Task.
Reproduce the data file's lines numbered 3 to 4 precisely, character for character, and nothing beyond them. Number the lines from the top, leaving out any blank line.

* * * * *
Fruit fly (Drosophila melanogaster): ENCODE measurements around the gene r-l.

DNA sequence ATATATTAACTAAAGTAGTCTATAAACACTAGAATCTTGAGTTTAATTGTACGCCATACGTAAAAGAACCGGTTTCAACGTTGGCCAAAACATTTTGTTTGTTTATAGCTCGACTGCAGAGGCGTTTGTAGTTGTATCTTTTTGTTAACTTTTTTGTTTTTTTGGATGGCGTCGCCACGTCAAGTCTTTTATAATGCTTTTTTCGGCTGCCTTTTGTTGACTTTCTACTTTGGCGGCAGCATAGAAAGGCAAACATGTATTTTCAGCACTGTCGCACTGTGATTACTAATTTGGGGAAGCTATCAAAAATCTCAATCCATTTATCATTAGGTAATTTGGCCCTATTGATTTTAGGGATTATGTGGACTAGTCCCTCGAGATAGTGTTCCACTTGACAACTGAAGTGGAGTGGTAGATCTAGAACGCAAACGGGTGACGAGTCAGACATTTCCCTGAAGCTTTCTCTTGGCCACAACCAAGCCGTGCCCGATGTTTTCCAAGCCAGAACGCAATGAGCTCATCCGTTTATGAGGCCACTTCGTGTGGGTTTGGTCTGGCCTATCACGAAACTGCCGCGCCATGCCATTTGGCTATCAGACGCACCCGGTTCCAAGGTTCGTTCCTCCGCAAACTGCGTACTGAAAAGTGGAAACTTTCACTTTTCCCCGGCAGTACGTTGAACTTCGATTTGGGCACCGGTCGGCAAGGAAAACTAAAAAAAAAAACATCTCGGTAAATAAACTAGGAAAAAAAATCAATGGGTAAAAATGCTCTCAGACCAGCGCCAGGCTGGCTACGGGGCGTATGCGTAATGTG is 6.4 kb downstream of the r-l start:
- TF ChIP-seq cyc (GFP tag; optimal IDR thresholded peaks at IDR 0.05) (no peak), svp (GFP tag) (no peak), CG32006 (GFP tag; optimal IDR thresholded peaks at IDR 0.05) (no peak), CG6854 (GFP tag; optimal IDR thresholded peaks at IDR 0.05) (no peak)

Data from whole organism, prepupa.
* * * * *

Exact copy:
- TF ChIP-seq cyc (GFP tag; optimal IDR thresholded peaks at IDR 0.05) (no peak), svp (GFP tag) (no peak), CG32006 (GFP tag; optimal IDR thresholded peaks at IDR 0.05) (no peak), CG6854 (GFP tag; optimal IDR thresholded peaks at IDR 0.05) (no peak)

Data from whole organism, prepupa.